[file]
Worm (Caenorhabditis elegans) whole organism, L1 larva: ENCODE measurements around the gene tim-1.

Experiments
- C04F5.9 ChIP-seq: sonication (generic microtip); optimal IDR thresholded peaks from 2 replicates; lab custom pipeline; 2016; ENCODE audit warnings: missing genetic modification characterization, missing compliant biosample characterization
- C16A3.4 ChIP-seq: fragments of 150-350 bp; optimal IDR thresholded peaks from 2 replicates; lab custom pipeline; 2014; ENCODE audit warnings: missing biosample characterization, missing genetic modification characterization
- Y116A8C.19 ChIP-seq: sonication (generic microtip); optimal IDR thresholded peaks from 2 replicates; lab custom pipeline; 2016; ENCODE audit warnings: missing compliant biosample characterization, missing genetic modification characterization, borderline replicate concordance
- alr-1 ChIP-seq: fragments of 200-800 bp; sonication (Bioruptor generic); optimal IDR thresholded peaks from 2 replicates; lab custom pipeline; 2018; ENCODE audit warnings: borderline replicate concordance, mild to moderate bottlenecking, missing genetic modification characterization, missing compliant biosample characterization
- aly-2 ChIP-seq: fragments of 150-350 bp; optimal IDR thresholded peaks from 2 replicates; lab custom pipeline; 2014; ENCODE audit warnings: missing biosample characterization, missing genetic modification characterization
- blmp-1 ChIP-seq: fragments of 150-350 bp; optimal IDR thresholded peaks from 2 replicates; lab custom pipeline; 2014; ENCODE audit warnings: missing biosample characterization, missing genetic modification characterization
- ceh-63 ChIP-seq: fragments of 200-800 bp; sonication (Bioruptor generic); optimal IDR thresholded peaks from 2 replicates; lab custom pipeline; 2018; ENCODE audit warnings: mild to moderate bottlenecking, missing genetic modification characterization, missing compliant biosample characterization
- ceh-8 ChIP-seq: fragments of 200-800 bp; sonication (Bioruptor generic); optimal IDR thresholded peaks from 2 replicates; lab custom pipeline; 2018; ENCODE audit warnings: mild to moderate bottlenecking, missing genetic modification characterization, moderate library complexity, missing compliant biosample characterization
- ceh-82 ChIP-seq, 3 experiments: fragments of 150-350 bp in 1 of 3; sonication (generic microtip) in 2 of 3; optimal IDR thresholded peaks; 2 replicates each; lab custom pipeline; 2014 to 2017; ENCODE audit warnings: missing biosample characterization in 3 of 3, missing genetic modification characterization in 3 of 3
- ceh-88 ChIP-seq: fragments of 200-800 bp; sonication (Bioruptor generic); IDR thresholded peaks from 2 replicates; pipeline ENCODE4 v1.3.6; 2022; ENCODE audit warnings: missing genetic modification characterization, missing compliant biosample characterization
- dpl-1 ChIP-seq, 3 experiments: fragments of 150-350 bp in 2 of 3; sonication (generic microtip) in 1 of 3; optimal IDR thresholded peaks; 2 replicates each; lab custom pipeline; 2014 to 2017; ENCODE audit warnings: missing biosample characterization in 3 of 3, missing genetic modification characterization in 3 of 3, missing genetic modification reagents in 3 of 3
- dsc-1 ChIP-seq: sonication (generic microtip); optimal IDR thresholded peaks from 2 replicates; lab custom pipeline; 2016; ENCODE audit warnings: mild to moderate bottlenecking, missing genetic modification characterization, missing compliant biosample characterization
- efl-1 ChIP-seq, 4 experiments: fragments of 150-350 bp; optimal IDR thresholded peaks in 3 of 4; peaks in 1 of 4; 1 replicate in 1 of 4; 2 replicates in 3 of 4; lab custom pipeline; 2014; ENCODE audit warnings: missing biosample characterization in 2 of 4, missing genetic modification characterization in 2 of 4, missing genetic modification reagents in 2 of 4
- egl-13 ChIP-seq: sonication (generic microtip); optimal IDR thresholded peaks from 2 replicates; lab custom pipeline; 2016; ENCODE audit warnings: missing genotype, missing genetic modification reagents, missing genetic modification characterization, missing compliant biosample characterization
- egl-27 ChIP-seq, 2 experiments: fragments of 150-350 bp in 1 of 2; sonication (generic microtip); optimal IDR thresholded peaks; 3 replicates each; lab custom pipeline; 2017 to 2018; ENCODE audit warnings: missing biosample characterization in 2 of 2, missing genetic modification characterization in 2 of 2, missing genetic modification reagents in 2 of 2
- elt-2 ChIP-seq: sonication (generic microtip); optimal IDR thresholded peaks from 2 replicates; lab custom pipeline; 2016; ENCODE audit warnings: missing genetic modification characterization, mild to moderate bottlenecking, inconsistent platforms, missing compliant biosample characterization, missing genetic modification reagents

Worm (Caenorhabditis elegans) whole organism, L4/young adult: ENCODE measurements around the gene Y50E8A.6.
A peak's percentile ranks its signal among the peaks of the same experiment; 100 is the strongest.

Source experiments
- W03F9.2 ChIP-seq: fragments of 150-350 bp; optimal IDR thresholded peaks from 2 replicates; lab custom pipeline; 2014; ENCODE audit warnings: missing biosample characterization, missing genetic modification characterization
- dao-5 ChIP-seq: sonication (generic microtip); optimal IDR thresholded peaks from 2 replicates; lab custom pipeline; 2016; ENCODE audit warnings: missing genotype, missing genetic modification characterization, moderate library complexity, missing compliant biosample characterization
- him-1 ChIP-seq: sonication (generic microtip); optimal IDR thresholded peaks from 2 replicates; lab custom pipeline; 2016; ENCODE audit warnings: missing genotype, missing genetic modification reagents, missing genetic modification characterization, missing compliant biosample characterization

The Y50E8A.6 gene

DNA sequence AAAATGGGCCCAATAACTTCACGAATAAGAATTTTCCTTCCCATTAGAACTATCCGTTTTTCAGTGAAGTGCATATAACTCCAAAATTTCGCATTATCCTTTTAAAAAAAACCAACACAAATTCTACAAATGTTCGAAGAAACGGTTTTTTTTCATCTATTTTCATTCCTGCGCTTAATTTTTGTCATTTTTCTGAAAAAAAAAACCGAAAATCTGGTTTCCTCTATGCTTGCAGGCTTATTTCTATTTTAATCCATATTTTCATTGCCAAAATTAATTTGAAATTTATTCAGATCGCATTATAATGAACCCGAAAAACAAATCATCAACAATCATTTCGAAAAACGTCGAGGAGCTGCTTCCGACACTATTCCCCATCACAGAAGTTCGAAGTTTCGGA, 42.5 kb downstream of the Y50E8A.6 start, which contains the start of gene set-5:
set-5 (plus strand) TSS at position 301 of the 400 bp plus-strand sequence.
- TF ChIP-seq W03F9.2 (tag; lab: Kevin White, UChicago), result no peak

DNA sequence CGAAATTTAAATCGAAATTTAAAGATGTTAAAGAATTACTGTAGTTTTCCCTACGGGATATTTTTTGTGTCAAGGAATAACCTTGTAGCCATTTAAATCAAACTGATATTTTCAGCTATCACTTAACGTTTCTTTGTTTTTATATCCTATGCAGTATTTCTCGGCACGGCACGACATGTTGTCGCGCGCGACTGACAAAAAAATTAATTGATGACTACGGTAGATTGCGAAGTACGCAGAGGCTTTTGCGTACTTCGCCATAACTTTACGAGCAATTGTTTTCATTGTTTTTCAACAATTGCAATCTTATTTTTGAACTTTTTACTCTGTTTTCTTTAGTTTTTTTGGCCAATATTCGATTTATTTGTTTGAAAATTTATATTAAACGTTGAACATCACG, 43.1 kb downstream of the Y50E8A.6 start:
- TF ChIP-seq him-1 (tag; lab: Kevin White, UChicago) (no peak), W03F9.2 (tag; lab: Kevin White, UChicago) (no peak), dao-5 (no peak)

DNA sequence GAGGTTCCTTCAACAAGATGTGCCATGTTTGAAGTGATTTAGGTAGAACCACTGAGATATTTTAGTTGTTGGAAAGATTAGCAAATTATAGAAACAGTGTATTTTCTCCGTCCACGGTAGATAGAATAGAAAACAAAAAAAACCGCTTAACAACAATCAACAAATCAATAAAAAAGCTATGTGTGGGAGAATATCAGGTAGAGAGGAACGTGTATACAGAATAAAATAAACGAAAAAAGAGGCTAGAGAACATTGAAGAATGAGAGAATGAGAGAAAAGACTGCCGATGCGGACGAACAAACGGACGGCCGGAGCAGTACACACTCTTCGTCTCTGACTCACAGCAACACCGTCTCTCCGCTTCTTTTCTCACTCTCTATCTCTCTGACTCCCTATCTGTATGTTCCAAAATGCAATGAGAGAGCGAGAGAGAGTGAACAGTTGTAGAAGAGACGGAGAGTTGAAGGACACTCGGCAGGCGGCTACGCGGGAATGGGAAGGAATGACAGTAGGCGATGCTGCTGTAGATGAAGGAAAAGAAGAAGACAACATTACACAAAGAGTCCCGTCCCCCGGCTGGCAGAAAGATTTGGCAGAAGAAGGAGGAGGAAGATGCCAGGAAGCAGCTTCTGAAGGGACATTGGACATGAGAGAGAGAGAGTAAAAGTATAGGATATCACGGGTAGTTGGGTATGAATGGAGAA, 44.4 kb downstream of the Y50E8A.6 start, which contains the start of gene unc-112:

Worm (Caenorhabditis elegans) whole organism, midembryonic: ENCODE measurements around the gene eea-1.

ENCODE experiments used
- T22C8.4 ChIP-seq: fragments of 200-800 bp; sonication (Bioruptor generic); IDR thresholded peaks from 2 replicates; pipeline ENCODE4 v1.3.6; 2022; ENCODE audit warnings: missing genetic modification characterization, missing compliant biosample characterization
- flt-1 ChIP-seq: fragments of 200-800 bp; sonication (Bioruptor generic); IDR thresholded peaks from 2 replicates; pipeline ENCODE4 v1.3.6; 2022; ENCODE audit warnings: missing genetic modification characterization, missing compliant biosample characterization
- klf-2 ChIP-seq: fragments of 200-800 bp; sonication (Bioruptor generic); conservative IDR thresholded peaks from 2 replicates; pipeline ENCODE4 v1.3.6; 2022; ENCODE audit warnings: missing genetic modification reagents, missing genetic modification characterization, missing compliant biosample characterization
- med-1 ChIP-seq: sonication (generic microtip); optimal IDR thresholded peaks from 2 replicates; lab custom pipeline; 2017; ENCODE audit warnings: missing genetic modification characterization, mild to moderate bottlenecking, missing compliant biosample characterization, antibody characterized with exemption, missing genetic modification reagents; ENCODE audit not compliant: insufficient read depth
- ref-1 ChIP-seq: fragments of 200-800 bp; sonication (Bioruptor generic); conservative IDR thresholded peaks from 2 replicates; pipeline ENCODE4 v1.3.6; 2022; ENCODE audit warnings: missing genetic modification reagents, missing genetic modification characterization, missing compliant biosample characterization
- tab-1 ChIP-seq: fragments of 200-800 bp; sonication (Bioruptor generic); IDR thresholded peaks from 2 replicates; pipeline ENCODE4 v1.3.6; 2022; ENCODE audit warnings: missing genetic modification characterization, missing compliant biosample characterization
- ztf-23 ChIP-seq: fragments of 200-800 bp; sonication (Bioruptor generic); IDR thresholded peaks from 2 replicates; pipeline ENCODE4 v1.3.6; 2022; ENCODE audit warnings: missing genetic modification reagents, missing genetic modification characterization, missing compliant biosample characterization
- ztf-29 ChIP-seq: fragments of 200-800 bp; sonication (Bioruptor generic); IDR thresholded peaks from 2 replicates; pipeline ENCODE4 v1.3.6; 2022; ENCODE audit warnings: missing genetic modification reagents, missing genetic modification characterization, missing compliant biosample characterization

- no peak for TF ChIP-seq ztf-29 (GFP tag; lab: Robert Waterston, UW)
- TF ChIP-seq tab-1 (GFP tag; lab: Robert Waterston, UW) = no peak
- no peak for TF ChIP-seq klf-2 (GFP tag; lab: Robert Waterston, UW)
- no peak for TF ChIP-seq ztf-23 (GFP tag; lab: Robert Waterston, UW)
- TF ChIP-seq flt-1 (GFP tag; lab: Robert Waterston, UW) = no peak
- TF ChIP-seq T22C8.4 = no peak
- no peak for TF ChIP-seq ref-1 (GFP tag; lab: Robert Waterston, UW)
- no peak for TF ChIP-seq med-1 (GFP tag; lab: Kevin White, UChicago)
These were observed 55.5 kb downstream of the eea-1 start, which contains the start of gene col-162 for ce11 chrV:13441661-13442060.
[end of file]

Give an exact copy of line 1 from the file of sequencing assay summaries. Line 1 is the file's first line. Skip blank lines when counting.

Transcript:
Worm (Caenorhabditis elegans) whole organism, L1 larva: ENCODE measurements around the gene tim-1.